Syracuse, N.Y. -- Of all the dynamic receivers the Syracuse secondary faced last season, it only truly shut down one of them: Wake Forest's Michael Campanaro. Campanaro led the Demon Deacons into the Carrier Dome with nearly 800 receiving yards through seven games. He left with a broken collarbone suffered in the first quarter.
It was a frustrating season for the SU defesive backs as opposing air attacks averaged 245.9 yards per game, good for 81st in the country. On Saturday, a secondary that features three new starters gets its first chance at redemption when Maryland, led by preseason All-Atlantic Coast wide receiver Stefon Diggs, comes to the Carrier Dome at 12:30 p.m.
"We have the speed, we have the ability, we have the talent to match up with anybody," junior cornerback Julian Whigham said. "We'll prove that on Saturday."
Whigham and senior Brandon Reddish man the corner positions with redshirt junior Durell Eskridge at free safety and seniors Darius Kelly and Ritchy Desir rotating at strong safety. Through two games this season, the unit has allowed just two completions of 30-plus yards and only one touchdown through the air, but the Terrapins offense presents a much more daunting challenge.
Dual-threat QB C.J. Brown and Diggs, who missed last year's matchup with a broken fibula, have quickly gained a rapport this season, hooking up five times for 127 yards and a score against West Virginia last Saturday. Add in Deon Long, who was also sidelined last year with a broken right tibia and fibula, and the Terrapins offense has a level of flexibility and big-play potential that Villanova and Central Michigan did not.
But Whigham believes that this year's secondary is up to the challenge. The unit is emphasizing technique more thoroughly and spending extra time in the film room.
"It makes us faster because we're not thinking about where we need to be," Whigham said. "We're not making mental mistakes like last year. It's just showing on the field how much better we've been."
Whigham said that he will stick to the boundary, or short side of the field, for most of the game and expects to draw Long on the majority of snaps. Diggs, who primarily plays the slot, will face a variety of defenders through the game, depending on what formation the SU defense is in.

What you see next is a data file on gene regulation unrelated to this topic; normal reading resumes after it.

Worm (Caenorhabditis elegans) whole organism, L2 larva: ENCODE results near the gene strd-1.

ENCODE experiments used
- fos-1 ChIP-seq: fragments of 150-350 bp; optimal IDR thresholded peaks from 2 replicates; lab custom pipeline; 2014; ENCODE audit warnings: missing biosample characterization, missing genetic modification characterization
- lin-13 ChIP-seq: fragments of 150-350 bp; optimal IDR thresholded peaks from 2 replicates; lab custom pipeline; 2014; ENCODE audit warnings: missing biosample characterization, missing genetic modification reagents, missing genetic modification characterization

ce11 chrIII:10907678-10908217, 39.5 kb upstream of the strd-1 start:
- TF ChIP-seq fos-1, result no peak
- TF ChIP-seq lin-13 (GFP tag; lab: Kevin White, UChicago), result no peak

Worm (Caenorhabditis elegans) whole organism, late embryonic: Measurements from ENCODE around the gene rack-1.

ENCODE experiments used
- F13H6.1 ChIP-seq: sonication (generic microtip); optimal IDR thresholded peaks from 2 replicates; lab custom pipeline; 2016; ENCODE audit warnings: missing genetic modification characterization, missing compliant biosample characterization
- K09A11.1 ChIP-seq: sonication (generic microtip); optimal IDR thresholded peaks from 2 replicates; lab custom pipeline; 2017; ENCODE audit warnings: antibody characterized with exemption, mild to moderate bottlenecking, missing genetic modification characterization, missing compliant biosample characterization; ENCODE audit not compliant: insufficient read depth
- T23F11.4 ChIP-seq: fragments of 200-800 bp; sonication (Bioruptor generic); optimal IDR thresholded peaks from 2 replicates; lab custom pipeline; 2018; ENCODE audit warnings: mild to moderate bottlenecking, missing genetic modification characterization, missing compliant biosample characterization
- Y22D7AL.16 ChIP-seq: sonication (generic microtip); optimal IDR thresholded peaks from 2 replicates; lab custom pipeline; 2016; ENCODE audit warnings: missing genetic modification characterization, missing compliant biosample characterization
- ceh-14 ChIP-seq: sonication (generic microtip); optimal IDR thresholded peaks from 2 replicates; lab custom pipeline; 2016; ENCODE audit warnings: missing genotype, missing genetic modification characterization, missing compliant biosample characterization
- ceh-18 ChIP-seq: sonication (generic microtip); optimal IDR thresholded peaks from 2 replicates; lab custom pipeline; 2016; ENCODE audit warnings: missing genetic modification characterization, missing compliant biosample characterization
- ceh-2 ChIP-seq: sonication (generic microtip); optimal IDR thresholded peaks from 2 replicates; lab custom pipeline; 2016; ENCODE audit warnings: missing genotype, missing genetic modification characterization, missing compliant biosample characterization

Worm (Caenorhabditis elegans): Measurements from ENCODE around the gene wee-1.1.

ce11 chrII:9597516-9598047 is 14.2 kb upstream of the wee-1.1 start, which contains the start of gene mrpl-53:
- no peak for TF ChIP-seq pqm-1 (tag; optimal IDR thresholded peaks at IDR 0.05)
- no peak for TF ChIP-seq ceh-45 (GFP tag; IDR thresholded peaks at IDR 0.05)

In many third-and-long situations though, the Orange will likely go to its Okie (3-3-5) package and Kelly will line up opposite Diggs -- an exercise that defensive backs coach Fred Reed said is more or less impossible to replicate in practice.
"We just don't have the people to really do it, to be honest with you," Reed said. "What we have to do is work on the concepts."
Those concepts include sharp form in press-man situations, improved communication in zone coverages and breaking out of zone coverage to "plaster" receivers when Brown escapes the pocket. But most importantly, the secondary is focused on not letting any pass-catchers get behind the defense.
Eskridge emphasized maintaining an increased level of physicality. He remembers how many long completions the secondary gifted in 2013. This year, he wants to set the tone in the unit's first big challenge of 2014.
"Just watching them, I think they don't like to really be touched," Eskridge said. "So the only thing we've got to do is go out there, put out hands on them and be physical for the whole game; never take a play off and it'll be a long day for them."
Diggs is the first of several premier receivers that Syracuse will face this season. Notre Dame's William Fuller (19/225/3), Clemson's Artavis Scott (8/205/2), Florida State's Rashad Greene (15/283/1) and Pittsburgh's Tyler Boyd (11/140/4) are all to come.
Said Eskridge: "We've just got to communicate and I feel like we can play with anybody in the country."
Terps Take Down Orange, 34-20
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